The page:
Tuesday, 6 October 2009

Do you have an image problem?

In Fight Clubs: Gospel-Centred Discipleship (The Resurgence. 2009), Jonathan Dodson writes:

"All too often, our online identity is very different from our offline identity. Our Facebook status projects what we want others to think of us, not who we truly are. Our blog posts are shrouded in airs of intellectualism or edginess. We all face the temptation to project a false image of ourselves because we find the real image inadequate. If we are honest, the real image is nowhere near as attractive as we want it to be. We want to be more beautiful, more successful, more creative, more virtuous, more popular, and more intelligent than we actually are. We all have an image problem. The problem, however, is not that we lack beauty, success, creativity, virtue, popularity, or intelligence. The problem is that we believe the lie that obtaining those images will actually make us complete, happy, and content people."

Having believed the lie, we endlessly exert ourselves trying to create and preserve the image we want others to see. But all the while we remain unsatisfied. Our deepest needs go unmet. The irony is that Christianity is also about image and identity. But it teaches that we are made in the image of God, designed to find our identity in Him. We have all failed to live in line with what God created us for yet in His great love for us God does not cast us into hell. Instead Jesus willingly suffers in our place and God raises Him from the dead so that, through faith in Him, we can be forgiven and given a new identity in Christ Jesus.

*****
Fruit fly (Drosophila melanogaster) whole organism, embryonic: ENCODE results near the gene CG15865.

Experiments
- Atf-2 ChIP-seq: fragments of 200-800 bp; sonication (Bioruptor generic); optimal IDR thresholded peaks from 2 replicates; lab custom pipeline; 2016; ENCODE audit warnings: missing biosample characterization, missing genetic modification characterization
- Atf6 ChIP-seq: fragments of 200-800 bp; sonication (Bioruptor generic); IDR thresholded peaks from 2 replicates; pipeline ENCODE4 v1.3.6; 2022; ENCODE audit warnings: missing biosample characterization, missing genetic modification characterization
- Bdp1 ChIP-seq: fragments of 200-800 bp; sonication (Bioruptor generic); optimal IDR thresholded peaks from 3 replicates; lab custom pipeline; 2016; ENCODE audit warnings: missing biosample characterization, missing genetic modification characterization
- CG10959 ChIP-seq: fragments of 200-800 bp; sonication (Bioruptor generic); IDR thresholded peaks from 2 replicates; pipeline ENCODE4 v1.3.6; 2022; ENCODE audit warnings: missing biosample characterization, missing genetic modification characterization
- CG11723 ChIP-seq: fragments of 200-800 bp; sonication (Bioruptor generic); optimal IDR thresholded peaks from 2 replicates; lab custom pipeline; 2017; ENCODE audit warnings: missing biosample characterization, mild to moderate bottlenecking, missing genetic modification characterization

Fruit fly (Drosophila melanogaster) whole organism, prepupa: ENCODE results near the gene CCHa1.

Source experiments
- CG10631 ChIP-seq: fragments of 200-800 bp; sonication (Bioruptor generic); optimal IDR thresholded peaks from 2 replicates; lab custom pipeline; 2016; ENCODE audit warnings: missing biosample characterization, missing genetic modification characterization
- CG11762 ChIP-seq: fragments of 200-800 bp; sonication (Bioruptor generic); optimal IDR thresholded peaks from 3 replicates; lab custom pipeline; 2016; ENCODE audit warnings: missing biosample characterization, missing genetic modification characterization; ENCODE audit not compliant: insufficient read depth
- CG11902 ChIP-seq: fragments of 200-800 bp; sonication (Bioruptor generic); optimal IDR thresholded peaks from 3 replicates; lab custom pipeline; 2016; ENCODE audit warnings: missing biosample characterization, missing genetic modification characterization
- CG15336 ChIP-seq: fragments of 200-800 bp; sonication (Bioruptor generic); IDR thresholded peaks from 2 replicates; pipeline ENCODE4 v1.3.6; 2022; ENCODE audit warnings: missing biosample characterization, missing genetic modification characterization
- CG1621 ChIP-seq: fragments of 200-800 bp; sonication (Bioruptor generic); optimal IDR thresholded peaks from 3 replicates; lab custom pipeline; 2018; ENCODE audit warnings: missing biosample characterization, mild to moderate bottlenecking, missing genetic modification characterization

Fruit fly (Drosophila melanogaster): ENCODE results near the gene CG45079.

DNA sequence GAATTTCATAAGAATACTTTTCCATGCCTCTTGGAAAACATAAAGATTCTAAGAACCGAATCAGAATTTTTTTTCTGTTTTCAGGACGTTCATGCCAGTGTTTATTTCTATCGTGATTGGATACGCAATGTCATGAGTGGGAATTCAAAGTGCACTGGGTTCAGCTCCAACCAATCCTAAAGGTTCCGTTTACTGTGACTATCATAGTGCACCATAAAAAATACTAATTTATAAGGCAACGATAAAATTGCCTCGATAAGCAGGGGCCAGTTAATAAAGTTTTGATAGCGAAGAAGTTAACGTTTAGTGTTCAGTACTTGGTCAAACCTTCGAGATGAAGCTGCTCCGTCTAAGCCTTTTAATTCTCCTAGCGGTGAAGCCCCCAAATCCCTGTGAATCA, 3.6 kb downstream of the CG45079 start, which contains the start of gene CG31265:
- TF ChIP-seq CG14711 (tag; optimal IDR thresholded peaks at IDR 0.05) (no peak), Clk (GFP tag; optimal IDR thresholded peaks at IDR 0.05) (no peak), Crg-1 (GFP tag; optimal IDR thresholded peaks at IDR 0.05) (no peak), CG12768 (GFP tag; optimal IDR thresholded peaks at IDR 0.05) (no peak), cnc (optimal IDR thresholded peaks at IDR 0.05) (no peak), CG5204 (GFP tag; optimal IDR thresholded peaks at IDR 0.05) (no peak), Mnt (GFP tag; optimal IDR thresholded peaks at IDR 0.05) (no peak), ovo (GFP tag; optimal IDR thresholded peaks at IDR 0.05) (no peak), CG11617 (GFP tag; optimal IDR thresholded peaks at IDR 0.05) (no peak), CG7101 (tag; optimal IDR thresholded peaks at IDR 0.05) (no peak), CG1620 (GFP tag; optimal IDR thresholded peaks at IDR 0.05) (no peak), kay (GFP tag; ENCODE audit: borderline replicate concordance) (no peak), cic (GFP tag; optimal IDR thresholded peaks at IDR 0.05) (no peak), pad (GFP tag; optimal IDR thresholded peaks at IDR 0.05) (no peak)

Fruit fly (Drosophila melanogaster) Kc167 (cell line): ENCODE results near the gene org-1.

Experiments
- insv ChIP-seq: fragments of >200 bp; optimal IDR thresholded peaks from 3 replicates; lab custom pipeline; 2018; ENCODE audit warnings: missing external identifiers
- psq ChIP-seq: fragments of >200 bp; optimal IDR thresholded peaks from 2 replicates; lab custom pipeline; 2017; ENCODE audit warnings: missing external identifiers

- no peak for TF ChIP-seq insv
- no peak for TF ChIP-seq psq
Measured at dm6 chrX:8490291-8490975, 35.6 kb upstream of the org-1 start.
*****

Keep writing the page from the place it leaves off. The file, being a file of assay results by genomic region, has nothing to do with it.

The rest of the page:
When we trust our lives to Jesus we are freed from the endless cycle of trying to impress others because Jesus has impressed God on our behalf. As Dodson says: "I can tell people my sins because my identity doesn’t hang on what they think of me. I can be an imperfect Christian because I cling to a perfect Christ".


  1. Hey Martin,

    Very true. I would say from this flows all the hate and verbal posturing we see on many of the "attack" and "watch" blogs.


  2. Absolutely. If we are not drawing our sense of acceptance, purpose, identity or contentment from Christ then we *will* draw it from elsewhere. Its idolatry. Unfortunately, the hardest kind of idolatry to identify and the most resistant to route out is that done by Christians whose idol is their self-appointed role as a 'bastion of orthodoxy'